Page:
By the time this publishes, the stimulus package might have been passed, even over the bickering in Washington, D.C. Today the front page may say the House has agreed to the White House and Senate plan. Relief might very well be on the way. That is, the check's in the mail. And the bill goes on the national credit card.
In normal times, we might stress that last point with more emphasis. But these aren't normal times. There haven't been times like these since, oh, before women were allowed to vote in this country. The misnamed Spanish flu pandemic of 1918 is about as close as America has to a precedent. A once-in-a-lifetime crisis allows for once-in-a-life solutions.
Which is why the federal government can go into debt, and should be allowed to. And why a Balanced Budget Amendment is a bad idea--but that's another editorial.
Of all the unedifying things done in Washington over the last few weeks, and there were many, the most unseemly may have been the effort to use the covid-19 pandemic to push certain agendas. It was enough to make Tom Cotton, of the Dardanelle, Ark., Cottons, a mite testy. According to the papers, he even let a bad word slip on the Senate floor. But in this environment, with this crisis, it's hard to blame somebody for wanting to give the money changers a good cussin'.
Why did the stimulus package take so long to pass? Why all the fussing, the delay? There is plenty of blame to spread around.
The Democrats were worried that a lot of the money would be used in a slush fund for the Trump administration to hand out to friends. The first proposals of the package created a half-trillion-dollar "rescue fund for corporations." And when the president goes to reporters and tells them, "I'll be the oversight" on this money, there were screeching sounds--as in the sounds of locked-up brakes--heard all over Washington.
But the loyal opposition created potholes, too. Wasn't it Rahm Emanuel who said never let a crisis go to waste? His party still believes that, apparently.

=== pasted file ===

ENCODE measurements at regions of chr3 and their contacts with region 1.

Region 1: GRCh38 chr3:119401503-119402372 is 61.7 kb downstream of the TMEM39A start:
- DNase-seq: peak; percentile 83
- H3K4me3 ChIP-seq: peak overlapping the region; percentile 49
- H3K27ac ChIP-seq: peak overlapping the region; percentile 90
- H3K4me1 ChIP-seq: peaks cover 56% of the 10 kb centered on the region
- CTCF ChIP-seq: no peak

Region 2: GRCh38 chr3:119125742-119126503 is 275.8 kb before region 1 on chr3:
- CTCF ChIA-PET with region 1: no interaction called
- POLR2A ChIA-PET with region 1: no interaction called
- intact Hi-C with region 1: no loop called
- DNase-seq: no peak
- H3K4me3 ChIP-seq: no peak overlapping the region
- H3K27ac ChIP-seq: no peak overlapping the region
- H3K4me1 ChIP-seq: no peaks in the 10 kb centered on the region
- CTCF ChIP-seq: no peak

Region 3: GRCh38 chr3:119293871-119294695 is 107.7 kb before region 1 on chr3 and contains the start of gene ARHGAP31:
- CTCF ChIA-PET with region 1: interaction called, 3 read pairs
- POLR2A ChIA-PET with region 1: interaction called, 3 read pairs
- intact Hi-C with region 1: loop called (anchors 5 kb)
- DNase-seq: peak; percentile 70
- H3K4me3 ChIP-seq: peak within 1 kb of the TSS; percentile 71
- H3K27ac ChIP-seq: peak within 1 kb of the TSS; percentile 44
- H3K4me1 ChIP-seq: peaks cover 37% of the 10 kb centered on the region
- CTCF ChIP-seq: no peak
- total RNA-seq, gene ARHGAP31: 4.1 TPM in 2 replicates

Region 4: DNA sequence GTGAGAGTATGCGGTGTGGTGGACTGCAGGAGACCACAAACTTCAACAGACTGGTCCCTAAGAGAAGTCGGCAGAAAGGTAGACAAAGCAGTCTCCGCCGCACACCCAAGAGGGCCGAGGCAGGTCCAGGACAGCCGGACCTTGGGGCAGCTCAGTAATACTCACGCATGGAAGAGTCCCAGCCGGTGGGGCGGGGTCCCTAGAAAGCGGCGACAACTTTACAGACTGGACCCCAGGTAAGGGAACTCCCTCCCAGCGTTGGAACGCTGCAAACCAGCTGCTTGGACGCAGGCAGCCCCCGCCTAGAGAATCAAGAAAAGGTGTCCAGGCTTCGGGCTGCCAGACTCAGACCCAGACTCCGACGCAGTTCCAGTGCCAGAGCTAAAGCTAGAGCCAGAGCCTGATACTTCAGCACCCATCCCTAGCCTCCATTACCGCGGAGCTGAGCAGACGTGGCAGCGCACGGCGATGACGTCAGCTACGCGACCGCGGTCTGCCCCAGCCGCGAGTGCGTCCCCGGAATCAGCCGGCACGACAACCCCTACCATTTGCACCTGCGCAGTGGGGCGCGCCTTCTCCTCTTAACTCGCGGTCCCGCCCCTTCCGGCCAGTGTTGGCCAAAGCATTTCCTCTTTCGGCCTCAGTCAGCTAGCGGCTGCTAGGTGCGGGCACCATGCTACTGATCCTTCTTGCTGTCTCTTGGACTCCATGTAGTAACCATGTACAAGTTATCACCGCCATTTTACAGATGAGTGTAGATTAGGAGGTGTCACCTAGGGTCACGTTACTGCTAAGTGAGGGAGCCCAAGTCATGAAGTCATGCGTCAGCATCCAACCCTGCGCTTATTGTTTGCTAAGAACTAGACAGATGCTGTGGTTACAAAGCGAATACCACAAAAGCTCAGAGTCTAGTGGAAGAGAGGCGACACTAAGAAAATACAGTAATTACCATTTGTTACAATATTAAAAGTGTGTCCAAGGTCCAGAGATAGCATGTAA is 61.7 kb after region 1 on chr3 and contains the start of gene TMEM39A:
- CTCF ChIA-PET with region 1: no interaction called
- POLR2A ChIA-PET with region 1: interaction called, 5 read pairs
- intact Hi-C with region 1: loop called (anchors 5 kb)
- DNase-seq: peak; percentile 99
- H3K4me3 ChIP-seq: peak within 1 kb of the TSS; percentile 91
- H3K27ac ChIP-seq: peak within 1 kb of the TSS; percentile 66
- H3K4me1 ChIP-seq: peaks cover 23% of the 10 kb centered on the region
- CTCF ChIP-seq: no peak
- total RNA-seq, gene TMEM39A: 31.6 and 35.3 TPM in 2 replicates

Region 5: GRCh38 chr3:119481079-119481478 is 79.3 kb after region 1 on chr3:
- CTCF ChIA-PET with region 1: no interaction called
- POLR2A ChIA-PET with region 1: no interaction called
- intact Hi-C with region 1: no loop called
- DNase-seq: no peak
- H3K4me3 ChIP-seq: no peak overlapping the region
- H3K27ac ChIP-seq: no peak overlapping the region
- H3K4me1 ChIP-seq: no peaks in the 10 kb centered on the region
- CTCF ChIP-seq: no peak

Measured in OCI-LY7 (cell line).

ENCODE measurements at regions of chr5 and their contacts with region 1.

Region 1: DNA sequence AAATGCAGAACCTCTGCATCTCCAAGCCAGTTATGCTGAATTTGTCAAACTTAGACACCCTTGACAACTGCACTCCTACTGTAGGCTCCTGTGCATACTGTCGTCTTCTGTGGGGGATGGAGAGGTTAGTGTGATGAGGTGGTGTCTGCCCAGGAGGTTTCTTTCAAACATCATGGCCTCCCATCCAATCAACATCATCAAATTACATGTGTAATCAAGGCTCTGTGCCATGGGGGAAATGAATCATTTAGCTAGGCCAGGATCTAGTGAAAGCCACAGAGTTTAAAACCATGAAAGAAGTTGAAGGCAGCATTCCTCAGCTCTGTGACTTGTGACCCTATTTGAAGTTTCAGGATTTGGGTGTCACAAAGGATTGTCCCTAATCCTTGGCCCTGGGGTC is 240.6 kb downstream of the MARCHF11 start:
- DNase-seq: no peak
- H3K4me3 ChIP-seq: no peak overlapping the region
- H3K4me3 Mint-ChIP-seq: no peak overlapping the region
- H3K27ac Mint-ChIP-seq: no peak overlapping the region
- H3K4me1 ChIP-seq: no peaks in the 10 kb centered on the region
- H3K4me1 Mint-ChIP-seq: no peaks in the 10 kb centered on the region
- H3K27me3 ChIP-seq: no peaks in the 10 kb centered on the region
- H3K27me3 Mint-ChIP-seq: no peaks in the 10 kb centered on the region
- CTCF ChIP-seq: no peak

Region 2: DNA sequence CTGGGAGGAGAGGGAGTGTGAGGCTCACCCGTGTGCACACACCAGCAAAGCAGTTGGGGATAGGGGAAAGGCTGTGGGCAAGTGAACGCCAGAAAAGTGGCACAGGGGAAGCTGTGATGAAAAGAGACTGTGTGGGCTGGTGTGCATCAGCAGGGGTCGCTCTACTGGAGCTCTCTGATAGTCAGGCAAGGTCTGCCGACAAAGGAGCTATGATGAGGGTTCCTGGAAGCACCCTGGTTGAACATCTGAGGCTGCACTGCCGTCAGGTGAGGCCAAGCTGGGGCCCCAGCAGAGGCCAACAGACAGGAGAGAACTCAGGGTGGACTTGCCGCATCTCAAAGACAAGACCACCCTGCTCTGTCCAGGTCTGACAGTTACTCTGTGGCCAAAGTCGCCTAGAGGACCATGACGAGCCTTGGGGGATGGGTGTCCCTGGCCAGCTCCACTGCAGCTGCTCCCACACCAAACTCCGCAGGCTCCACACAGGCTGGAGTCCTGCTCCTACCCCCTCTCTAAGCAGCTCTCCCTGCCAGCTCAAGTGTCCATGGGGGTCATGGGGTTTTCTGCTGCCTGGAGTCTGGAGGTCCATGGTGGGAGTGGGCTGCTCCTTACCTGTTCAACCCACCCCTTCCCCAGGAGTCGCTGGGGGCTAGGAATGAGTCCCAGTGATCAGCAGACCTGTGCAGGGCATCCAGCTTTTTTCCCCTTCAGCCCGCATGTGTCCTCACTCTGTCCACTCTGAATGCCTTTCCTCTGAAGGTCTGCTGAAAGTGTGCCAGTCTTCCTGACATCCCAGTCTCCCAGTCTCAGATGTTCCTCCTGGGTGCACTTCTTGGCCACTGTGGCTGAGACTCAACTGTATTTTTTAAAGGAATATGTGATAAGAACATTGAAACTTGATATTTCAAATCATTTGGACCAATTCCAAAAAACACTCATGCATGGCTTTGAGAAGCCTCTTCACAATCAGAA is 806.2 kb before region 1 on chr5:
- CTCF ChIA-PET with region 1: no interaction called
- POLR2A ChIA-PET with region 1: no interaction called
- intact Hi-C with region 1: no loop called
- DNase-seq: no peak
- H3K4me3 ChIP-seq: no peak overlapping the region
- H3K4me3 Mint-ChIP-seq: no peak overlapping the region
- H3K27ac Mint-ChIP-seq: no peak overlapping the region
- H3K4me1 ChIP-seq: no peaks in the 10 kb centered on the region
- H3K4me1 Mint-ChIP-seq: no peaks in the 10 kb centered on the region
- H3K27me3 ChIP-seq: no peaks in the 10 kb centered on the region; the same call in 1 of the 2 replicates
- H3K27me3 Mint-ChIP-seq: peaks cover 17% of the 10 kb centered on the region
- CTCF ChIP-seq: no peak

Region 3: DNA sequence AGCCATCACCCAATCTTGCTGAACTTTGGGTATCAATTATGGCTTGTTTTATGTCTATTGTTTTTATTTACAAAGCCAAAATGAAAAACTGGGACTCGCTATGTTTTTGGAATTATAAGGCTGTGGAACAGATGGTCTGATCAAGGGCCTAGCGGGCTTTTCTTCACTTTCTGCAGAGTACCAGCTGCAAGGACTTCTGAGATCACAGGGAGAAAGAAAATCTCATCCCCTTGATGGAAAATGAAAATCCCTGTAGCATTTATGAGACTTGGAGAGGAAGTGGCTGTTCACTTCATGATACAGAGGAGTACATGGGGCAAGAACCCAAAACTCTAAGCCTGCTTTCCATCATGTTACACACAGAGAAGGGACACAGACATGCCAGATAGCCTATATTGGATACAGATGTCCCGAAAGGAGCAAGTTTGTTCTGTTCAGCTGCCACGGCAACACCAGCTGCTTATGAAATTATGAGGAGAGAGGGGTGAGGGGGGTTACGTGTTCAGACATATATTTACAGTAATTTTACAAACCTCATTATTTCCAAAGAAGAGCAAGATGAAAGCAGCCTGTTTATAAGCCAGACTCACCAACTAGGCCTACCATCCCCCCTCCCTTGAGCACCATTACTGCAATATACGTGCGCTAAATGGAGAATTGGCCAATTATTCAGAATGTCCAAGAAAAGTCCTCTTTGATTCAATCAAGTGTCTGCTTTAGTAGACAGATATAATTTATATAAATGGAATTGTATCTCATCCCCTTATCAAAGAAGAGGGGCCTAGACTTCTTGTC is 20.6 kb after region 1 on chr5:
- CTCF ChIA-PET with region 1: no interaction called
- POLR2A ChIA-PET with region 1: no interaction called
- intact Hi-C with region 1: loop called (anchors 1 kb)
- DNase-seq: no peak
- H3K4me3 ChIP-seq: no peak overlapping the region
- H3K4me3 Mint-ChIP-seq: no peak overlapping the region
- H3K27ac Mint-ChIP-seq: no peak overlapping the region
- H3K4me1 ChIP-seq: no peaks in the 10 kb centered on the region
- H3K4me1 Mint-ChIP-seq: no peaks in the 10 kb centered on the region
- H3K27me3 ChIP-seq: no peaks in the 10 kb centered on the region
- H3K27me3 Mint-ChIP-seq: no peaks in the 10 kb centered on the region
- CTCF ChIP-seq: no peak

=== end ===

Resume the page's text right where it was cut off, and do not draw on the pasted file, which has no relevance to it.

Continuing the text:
Here's a headline from a news source we saw on Tuesday:
Climate Change Push Fuels Split
On Coronavirus Stimulus
Here's the lede of that story:
"Clean energy and climate advocates say the huge stimulus bill Congress is negotiating should address not only the economy, but also climate change. But a split over that appears to have contributed to delays in passing the bill.
"'Democrats won't let us fund hospitals or save small businesses unless they get to dust off the Green New Deal,' Senate Majority Leader Mitch McConnell said Monday.
"McConnell said Democrats were filibustering the $1 trillion-plus bill hoping to include policies such as extending tax credits for solar and wind energy."
Where could you find that headline and that story? Fox News? The Wall Street Journal? The Arkansas Democrat-Gazette's editorial column?
It was on NPR.org.
While negotiations concerning the stimulus were ongoing, eight Democrats in the Senate called on lawmakers to tie aid to airlines to new requirements concerning carbon footprints.
Chuck Schumer told NBC News that he wasn't having these criticisms. He said sections of the bill to protect unions and labor "are not extraneous issues" but instead "a wish list for workers, nobody else."
According to other right-wing, wacko news sources--like USA Today and The Washington Post--Democrats used much of the week to negotiate other nuggets for their favorite causes, such as the mandatory $15 minimum wage and the canceling of student debt. If you're reading this after the stimulus has passed, it's a wonder the two parties made any progress at all. Who says these aren't the days of miracles?
This stimulus was supposed to be a quick-fix shot in the arm for those who needed it the most. But their representatives in Washington didn't want to let this quick action pass without some quick additions for their push-cards come November.
Nor, apparently, did they want this crisis to go to waste.
Editorial on 03/26/2020
Print Headline: Lessons learned